Proceedings of the National Academy of Sciences of the United States of America

About the PNAS Member Editor
Name Charlesworth, Brian
Location University of Edinburgh
Primary Field Evolutionary Biology
Secondary Field Genetics
 Election Citation
Charlesworth has become a major figure in population genetics by empirical and theoretical studies of effects of inbreeding, evolution of mating systems and of recombination rates, including the explanation of loss of genes from the Y chromosome. His broad and deep work makes him a leader of the field.
 Research Interests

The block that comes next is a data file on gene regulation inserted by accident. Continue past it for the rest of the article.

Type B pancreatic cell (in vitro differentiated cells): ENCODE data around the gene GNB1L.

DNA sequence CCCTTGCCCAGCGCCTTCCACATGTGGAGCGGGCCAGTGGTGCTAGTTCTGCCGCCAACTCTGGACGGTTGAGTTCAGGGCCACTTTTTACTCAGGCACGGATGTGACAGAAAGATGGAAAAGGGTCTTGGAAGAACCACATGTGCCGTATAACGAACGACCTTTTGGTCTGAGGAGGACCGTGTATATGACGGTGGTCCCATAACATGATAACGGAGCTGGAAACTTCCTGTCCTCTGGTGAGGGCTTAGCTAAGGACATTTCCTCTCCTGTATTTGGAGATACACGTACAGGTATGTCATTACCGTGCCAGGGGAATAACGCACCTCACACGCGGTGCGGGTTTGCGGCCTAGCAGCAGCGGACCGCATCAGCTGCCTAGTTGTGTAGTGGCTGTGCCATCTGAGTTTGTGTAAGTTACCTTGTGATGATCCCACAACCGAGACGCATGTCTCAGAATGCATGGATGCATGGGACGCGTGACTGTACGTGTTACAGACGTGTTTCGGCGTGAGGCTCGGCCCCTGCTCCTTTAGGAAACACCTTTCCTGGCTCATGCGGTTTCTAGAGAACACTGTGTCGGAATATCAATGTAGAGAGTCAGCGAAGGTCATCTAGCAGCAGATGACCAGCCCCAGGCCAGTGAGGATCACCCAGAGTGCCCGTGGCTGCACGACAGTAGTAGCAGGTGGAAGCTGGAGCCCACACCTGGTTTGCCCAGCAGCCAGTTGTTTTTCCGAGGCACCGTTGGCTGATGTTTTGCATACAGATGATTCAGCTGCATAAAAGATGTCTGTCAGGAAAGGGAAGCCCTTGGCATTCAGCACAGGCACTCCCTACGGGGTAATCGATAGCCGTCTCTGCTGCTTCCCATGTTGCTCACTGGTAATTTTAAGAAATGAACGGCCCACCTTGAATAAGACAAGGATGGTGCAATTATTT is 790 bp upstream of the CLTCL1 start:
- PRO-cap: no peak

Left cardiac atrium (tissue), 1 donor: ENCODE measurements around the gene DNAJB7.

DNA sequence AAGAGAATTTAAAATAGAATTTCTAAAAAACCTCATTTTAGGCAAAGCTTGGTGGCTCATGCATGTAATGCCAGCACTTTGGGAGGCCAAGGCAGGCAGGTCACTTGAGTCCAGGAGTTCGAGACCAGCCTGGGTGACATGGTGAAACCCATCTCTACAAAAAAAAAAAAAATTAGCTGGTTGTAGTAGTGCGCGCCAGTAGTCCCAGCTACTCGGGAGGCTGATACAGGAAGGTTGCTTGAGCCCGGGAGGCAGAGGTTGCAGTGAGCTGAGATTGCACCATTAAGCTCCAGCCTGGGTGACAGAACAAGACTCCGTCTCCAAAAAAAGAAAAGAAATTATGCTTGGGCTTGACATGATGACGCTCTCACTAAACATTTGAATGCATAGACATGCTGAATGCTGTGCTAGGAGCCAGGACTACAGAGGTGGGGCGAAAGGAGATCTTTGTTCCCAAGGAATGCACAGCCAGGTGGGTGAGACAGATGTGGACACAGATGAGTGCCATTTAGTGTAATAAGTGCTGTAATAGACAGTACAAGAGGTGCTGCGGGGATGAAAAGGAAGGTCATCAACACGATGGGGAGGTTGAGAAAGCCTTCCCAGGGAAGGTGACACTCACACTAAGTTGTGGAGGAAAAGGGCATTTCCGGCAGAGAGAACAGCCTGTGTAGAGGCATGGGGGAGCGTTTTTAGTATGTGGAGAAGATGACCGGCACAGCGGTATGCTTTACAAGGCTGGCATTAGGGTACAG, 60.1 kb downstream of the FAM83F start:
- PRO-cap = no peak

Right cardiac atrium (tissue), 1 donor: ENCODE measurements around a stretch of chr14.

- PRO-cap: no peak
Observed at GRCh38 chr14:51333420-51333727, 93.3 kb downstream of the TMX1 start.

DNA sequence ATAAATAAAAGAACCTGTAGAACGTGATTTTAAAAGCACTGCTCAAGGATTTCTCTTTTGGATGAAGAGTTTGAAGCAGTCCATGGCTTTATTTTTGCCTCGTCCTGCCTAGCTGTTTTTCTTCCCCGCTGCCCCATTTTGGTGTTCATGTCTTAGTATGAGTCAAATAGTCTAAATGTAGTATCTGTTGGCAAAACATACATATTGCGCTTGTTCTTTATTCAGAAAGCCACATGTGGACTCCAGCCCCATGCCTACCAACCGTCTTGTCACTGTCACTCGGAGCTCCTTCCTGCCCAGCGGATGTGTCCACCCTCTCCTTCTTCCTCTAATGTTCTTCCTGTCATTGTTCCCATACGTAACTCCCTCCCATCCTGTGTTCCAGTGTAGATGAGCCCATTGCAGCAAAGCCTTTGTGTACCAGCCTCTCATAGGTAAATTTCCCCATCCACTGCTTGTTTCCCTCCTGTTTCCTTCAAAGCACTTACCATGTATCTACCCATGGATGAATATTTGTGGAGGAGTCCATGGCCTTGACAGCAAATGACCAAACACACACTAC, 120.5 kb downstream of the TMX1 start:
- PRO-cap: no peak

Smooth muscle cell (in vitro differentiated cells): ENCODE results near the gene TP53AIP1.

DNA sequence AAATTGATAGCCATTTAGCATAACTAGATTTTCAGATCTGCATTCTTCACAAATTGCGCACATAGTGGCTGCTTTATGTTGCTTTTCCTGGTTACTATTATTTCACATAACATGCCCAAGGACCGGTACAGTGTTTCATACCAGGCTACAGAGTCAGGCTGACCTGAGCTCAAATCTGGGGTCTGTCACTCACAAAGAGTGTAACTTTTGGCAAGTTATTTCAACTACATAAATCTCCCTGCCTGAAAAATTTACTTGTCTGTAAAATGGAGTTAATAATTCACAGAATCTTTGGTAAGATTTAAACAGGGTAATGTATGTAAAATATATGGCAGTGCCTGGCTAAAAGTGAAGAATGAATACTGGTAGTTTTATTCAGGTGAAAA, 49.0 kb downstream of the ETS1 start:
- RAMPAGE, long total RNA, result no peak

My current research focusses on the application of population genetics theory to the analysis and interpretation of data on molecular variation and evolution. I have been particularly interested in the consequences of differences in rates of genetic recombination across the genome on the efficacy of natural selection and on levels of genetic variation. This involves modeling of both selective sweeps (in which new favorable mutations affect allele frequencies at linked sites) and background selection (in which selection against rare deleterious mutations reduces variants at linked sites). Recently, my coworkers and I have shown that the neglected process of associative overdominance forms part of a continuum with background selection, and may be influencing patterns of genetic variation in low recombination genomic regions. Currently, my collaborators and I are investigating how interactions between selection at linked sites, recombination rate and population size changes may influence patterns of genetic variation within populations.

 
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